Prime Minister Yoshiro Mori, immediately after fending off a censure vote submitted by the opposition in the Upper House, was hit with a no-confidence motion in the lower chamber Wednesday over his controversial remark that Japan is a “divine nation centered on the Emperor.”
Mori is expected to ignore the no-confidence vote and dissolve the Lower House on Friday, paving the way for a general election on June 25.
The censure motion was voted down in the Upper House plenary session, by a 134-to-108 vote, because the ruling bloc — the Liberal Democratic Party, New Komeito and New Conservative Party — voted against it. The opposition parties then submitted the no-confidence motion against the embattled prime minister to the Lower House.
Although it is unlikely that the opposition will be able to force the prime minister to step down, their moves could deal a substantial blow to Mori and the LDP in the upcoming Lower House elections.
A series of recent opinion polls have already shown sharp declines in public confidence in his Cabinet.
“I must accept it as criticism,” Mori said about the censure move as he spoke to reporters following Wednesday’s Upper House session. “But at the same time, I appreciate that it was voted down by the three ruling parties.”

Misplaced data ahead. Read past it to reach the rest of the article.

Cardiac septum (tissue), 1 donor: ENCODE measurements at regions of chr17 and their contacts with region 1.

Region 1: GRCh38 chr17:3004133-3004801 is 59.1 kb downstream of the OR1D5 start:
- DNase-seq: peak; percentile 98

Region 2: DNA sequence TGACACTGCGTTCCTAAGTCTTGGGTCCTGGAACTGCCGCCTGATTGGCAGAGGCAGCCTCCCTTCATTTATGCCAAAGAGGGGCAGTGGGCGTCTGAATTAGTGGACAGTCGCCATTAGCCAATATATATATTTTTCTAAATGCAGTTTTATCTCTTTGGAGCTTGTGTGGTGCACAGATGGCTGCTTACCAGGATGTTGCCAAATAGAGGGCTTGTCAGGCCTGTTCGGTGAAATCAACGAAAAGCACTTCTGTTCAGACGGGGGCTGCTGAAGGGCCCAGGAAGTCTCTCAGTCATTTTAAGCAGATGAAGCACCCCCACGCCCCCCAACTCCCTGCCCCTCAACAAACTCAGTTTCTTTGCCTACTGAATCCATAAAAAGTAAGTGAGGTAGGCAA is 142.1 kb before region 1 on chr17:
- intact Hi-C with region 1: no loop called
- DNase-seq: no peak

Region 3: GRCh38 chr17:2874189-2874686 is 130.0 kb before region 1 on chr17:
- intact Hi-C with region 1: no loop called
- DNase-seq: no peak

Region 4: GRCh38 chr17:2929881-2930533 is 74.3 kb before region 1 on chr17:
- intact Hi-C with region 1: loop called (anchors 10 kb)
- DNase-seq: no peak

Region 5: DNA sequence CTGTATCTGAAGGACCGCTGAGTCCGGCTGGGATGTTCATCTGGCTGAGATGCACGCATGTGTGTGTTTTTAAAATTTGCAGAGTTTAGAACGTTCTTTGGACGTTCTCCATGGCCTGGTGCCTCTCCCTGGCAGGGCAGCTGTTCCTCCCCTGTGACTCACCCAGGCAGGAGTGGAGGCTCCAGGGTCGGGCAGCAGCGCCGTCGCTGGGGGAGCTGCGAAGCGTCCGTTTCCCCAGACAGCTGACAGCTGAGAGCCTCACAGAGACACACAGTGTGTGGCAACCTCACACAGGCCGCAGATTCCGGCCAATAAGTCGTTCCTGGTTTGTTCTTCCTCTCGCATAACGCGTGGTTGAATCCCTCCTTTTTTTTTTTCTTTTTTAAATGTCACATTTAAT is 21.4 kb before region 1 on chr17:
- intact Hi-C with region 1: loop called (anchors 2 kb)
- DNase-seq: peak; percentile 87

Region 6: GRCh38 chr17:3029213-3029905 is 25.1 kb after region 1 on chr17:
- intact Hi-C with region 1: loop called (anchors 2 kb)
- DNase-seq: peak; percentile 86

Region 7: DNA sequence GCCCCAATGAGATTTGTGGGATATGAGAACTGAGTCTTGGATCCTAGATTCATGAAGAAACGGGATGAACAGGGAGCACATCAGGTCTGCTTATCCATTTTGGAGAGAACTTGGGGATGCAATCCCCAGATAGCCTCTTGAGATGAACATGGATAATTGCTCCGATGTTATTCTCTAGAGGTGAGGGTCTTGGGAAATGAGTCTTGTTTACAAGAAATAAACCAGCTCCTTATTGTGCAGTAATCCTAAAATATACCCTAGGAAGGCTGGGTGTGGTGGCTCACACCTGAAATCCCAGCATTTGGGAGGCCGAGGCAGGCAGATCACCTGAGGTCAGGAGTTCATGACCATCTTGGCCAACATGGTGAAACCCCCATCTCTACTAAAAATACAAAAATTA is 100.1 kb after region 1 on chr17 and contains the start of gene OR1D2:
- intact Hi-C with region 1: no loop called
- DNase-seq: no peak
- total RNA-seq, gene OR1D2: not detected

Explaining the reason for submitting the resolution, Shoji Motooka, of the Democratic Party of Japan, said the comment Mori made on May 15 is incompatible with the Constitution and that Mori lacks the qualifications and character to be prime minister.
Motooka also claimed the legitimacy of Mori’s administration is in question because the way Mori assumed the prime ministership after his predecessor, the late Keizo Obuchi, fell into a coma remains unclear.
The resolution was jointly submitted Tuesday by the DPJ, the Japanese Communist Party and the Social Democratic Party. Another opposition force, the Liberal Party, did not join in the submission of the motion but supported it.
On Friday, Mori spoke at a specially arranged news conference and apologized for the second time for having caused “misunderstanding” among the public with his remark. He refused to retract the comment, however.
Following the Upper House rejection of the resolution Wednesday, the four opposition parties continued efforts to oust the prime minister by submitting the no-confidence motion to the Lower House.
The motion to call for the Cabinet’s resignation was handed to Lower House Speaker Soichiro Ito shortly before noon. It was signed by senior members of the four opposition parties, including DPJ leader Yukio Hatoyama.
But the motion would not be put to a vote because Mori is expected to dissolve the Lower House on Friday without dealing with it.
“Prime Minister Mori failed to provide sufficient explanations (at the Friday briefing) and he should have explained it through Diet deliberations, not at a press conference,” DPJ Secretary General Tsutomu Hata said. “I must say he lacks the qualifications to be a prime minister.”
With the censure and no-confidence moves, the opposition parties hope to appeal to the public and create momentum in favor of the opposition ahead of the Lower House election on June 25.